‘Penalised for Persecution’: The Plight of Asylum Seekers in Zimbabwe

ABSTRACT

Asylum seekers and refugees are among the world’s most vulnerable people. They frequently attract opposing views and are seen as a burden to society, which is an unfortunate reality. Most contemporary state practices fall short of the required standards, despite the existence of structures and a comprehensive international and regional legal framework to protect these vulnerable individuals. Zimbabwe has ratified several international and regional human rights treaties, but its domestic legislative framework undermines its commitments to uphold the human rights of asylum seekers and refugees. Against this backdrop, this dissertation focuses on the growing convergence of immigration, refugee, and criminal law. The Immigration Act [Chapter 4:03] and the Refugee Act [Chapter 4:02] are the two main pieces of legislation that create this quagmire while also regulating entry and exit from Zimbabwe. Although these two pieces of legislation apply to various categories of migrants, it is contended that authorities favour the enforcement of immigration laws over asylum and refugee laws on asylum seekers particularly those found in Zimbabwe without prior authorisation. This violates Article 31(1) of the 1951 Geneva Convention Relating to the Status of Refugees, (1951 Geneva Convention) which places asylum seekers between a rock and a hard place. Regardless of how they entered the country, Zimbabwe has an international obligation to accept and not expel any asylum seekers who are present on its territory. However, the incorrect application of the Immigration Act on asylum seekers undermines Zimbabwe’s adherence to its commitments made under the 1951 Geneva Convention thus defeating its object and purpose. By denying asylum seekers of their most fundamental human rights and branding them as criminals in violation of the Immigration Act, this practice militates against asylum seekers’ best interests. This dissertation seeks to ascertain the extent to which the penalisation of asylum seekers a violation of Zimbabwe’s commitments under the 1951 Geneva Convention, 1967 Protocol and the 1969 OAU Convention Governing Specific Aspects of the Refugee Problems in Africa. To show a common thread of practice and perhaps consider some of the best practices coming from other jurisdictions, this dissertation also discusses South Africa’s approach as far as the penalisation of asylum seekers is concerned. The penalisation of asylum seekers is an extremely harsh measure that should only be used as a last resort. Such a practice constitutes a violation of Article 31 of the 1951 Geneva Convention and its 1967 Protocol as well as the 1969 OAU Convention. Recommendations are thereby preferred on how best to minimise cases of penalisation of asylum seekers by resorting to alternatives to detention and guaranteeing the effective protection of asylum seekers who find themselves illegally in Zimbabwe.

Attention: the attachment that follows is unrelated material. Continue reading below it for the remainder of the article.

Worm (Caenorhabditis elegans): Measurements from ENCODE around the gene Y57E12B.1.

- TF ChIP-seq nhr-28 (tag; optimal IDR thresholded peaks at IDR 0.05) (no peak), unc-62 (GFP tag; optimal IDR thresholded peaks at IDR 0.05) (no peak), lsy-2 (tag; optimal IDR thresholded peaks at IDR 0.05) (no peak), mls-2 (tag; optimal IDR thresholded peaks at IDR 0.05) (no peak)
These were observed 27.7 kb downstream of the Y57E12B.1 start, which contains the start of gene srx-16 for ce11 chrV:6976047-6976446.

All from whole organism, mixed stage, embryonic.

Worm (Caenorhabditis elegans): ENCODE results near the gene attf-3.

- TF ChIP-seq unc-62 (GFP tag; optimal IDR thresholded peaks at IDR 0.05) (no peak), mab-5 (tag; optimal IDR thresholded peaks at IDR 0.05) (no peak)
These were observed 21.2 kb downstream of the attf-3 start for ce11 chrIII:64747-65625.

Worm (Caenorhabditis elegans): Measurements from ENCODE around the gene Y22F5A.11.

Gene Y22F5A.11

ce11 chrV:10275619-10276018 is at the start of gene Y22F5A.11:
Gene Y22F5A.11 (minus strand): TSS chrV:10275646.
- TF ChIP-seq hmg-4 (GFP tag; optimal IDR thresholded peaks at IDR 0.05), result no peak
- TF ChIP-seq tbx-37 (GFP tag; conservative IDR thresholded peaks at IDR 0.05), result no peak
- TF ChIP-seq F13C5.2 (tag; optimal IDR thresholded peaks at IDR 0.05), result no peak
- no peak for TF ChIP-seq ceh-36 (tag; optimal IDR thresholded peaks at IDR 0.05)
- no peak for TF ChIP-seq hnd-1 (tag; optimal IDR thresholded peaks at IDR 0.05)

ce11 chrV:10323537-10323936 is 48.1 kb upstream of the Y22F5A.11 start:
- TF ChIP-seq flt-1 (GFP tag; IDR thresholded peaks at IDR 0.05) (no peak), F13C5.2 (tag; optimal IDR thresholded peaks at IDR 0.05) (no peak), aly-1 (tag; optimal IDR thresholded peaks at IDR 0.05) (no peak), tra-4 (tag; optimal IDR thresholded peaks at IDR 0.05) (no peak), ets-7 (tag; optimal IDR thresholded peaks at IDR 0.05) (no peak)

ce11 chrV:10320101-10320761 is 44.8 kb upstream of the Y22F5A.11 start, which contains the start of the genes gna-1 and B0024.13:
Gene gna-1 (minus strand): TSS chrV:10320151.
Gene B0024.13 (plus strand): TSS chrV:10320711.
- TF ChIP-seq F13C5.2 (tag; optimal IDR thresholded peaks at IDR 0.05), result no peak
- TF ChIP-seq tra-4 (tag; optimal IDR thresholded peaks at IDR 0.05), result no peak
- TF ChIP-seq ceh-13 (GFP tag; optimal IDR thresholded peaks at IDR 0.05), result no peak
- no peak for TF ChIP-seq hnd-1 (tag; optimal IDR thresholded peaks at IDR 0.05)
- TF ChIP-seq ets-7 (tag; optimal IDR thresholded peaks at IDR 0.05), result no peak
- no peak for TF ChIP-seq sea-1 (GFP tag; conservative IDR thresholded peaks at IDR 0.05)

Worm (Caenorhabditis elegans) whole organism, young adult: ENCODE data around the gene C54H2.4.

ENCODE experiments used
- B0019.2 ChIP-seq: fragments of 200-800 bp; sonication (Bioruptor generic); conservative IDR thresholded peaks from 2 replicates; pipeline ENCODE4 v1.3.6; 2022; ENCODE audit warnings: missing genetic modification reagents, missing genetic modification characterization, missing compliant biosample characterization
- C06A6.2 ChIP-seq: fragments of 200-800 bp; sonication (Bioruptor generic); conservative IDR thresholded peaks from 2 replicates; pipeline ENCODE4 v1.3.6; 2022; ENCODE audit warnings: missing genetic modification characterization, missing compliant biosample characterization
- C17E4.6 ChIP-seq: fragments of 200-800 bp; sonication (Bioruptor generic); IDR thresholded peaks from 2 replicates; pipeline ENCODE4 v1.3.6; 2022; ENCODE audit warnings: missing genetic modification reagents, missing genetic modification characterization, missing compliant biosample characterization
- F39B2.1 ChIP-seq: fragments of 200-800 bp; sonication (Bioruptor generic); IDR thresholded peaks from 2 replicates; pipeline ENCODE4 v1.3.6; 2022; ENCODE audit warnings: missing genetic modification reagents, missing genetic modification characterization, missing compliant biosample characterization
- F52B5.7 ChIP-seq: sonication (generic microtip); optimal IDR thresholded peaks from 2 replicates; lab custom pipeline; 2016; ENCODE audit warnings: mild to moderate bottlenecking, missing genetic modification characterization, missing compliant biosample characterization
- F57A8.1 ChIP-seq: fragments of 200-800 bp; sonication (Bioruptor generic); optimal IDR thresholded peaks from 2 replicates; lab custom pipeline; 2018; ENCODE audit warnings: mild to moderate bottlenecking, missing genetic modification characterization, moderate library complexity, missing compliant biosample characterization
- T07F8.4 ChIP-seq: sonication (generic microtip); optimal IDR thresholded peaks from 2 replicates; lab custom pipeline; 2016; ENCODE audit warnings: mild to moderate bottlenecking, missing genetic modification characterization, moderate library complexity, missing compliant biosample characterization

TABLE OF CONTENTS

TITLE PAGE.. ii

DECLARATION.. ii

DISSERTATION SUBMISSION APPROVAL FORM... iii

ABSTRACT.. iv

PREFACE.. v

LIST OF ACRONYMS. xi

CHAPTER ONE.. 1

INTRODUCTION AND BACKGROUND OF STUDY.. 1

1.1.     Introduction. 1

1.2.     Background of the study and Literature overview.. 4

1.3.     Problem Statement9

1.4.     Research Questions. 10

1.5.     Research Methodology. 11

1.6.     Significance of study. 12

1.7.     Limitations of study. 12

1.8.     Chapter Synopses. 13

CHAPTER TWO.. 15

THE HISTORICAL EVOLUTION AND DEVELOPMENT OF THE RIGHT TO ASYLUM AND THE EMERGENCE OF THE INTERNATIONAL LEGAL FRAMEWORK ON REFUGEE PROTECTION.. 15

2.1      Introduction. 15

2.2.     The nature of the right to seek and receive asylum.. 16

2.3.     Thescope and extent of asylum as a right16

2.4.     The historical development of the right to seek and receive asylum and international refugee protection in international law.. 18

2.5.     The International Legal Framework on Asylum Seekers and Refugees. 19

2.5.1.  International legal framework. 20

(a)       UDHR, 1948. 20

(b)      1951 Geneva Convention. 21

(c)       The International Covenant on Civil and Political Rights (ICCPR) and International Covenant on Economic, Social and Cultural Rights (ICESCR), 1966. 23

(d)      The New York Declaration for Refugees and Migrants, 2016. 23

2.5.2.  Regional Protection. 24

2.5.2.1.      Africa. 25

(a)       1969 OAU Refugee Convention. 25

(b)      African Charter on Human and Peoples’ Rights, (ACHPR) 1981. 27

(c)       The Declaration on Refugee Protection in Southern Africa, 1998. 27

2.5.2.2.      Latin America. 27